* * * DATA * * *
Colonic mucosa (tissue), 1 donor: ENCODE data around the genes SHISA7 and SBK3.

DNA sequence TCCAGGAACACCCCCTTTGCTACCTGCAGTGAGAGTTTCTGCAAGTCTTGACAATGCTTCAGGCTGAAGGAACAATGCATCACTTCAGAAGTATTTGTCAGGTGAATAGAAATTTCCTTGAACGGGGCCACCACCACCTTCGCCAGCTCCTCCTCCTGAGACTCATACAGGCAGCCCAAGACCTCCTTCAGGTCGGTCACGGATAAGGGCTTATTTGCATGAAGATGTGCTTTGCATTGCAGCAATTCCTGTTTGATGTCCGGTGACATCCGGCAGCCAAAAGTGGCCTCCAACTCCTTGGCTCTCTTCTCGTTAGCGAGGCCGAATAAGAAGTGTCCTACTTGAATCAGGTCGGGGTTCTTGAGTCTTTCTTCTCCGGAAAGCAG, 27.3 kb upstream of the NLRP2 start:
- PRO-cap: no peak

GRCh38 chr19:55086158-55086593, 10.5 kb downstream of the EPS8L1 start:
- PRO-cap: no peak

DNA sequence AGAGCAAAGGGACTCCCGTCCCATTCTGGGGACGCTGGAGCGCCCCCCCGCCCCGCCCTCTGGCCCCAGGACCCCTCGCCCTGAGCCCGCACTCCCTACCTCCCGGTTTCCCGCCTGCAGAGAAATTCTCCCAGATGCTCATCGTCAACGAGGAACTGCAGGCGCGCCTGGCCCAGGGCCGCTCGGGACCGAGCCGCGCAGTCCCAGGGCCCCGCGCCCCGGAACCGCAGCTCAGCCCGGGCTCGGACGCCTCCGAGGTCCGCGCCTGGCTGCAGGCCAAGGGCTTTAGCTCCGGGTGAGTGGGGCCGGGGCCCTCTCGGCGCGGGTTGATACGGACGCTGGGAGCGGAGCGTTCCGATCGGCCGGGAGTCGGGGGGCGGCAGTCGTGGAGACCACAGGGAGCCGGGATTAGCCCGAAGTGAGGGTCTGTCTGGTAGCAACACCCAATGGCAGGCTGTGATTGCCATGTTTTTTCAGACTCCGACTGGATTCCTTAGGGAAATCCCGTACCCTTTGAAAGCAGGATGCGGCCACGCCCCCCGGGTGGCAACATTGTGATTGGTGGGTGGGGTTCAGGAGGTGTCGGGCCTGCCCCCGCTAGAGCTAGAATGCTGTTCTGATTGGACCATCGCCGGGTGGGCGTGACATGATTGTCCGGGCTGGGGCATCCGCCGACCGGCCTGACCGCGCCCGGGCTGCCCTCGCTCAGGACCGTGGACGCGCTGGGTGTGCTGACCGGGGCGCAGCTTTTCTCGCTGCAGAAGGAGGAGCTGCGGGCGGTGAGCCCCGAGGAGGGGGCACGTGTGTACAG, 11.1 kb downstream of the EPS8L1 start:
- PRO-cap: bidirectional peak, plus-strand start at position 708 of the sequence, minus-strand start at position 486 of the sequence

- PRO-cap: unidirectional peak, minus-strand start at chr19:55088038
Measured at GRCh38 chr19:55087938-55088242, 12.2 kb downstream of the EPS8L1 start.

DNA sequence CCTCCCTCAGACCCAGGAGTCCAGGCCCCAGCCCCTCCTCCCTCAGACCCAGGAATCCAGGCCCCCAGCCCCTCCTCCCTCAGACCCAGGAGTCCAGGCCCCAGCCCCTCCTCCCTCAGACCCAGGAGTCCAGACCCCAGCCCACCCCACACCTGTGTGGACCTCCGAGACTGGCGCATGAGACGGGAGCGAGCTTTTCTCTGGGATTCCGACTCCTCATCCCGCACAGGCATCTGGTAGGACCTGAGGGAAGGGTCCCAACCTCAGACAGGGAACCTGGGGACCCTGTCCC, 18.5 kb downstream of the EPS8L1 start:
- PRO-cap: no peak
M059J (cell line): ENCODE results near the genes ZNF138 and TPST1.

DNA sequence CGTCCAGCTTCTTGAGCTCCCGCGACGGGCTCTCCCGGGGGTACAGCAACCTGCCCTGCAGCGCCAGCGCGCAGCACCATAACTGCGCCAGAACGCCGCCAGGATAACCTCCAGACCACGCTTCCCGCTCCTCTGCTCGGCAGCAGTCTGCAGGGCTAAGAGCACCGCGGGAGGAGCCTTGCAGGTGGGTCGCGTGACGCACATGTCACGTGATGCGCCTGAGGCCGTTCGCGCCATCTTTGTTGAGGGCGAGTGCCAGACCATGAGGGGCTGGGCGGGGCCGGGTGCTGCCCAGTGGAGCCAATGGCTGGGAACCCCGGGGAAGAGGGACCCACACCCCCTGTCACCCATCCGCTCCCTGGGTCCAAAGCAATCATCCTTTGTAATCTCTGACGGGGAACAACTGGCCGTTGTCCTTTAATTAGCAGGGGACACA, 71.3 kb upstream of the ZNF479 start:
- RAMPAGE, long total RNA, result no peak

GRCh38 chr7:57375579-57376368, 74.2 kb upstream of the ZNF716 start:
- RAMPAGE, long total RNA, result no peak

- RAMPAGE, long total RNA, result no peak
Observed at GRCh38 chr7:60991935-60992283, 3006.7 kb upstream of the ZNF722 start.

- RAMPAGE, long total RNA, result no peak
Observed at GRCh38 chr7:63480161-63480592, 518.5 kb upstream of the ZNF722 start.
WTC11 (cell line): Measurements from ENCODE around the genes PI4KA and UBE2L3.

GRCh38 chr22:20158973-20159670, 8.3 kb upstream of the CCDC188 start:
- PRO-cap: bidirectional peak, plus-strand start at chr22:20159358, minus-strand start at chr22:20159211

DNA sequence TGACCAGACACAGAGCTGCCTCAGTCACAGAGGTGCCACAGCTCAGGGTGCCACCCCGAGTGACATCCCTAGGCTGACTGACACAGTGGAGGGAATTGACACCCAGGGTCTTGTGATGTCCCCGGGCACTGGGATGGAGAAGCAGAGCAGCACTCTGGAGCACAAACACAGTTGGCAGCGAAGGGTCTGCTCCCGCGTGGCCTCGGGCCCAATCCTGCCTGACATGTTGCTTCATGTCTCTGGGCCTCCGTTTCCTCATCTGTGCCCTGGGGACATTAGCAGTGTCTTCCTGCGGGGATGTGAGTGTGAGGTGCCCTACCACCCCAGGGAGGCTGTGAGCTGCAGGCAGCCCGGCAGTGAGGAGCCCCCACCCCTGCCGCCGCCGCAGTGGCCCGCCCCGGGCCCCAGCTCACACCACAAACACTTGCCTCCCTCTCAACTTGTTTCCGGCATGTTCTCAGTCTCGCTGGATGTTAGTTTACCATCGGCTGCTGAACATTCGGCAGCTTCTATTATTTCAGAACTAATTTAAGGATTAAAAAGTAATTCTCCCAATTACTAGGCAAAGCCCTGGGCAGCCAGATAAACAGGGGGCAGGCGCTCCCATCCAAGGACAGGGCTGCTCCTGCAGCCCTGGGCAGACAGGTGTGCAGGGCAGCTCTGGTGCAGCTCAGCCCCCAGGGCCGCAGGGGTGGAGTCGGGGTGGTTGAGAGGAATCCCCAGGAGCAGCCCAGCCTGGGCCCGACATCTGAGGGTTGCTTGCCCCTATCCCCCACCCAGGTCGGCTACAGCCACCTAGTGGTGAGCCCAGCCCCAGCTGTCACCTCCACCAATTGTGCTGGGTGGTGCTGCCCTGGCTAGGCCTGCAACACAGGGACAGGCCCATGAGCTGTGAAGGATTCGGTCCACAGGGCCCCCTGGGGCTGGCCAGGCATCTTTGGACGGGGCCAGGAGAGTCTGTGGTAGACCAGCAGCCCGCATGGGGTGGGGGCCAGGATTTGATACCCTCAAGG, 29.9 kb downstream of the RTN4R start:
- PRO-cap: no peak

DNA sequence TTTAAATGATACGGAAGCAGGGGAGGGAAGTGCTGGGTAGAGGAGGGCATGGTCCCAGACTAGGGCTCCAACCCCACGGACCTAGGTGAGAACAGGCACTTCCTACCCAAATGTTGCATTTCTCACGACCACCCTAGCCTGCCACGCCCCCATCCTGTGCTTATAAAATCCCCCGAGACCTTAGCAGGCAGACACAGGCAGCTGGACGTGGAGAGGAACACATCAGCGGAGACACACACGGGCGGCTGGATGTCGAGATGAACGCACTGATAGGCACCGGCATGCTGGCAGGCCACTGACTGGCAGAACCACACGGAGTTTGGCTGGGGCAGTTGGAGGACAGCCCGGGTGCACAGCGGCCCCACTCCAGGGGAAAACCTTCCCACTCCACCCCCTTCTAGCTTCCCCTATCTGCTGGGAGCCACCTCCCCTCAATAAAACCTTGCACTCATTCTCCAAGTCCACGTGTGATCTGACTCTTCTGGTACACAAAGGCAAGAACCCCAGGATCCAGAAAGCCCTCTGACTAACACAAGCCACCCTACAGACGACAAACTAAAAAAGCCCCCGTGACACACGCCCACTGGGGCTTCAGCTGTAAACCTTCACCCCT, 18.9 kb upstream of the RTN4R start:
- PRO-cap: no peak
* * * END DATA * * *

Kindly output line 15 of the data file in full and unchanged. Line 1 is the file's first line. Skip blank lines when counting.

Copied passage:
GRCh38 chr7:57375579-57376368, 74.2 kb upstream of the ZNF716 start: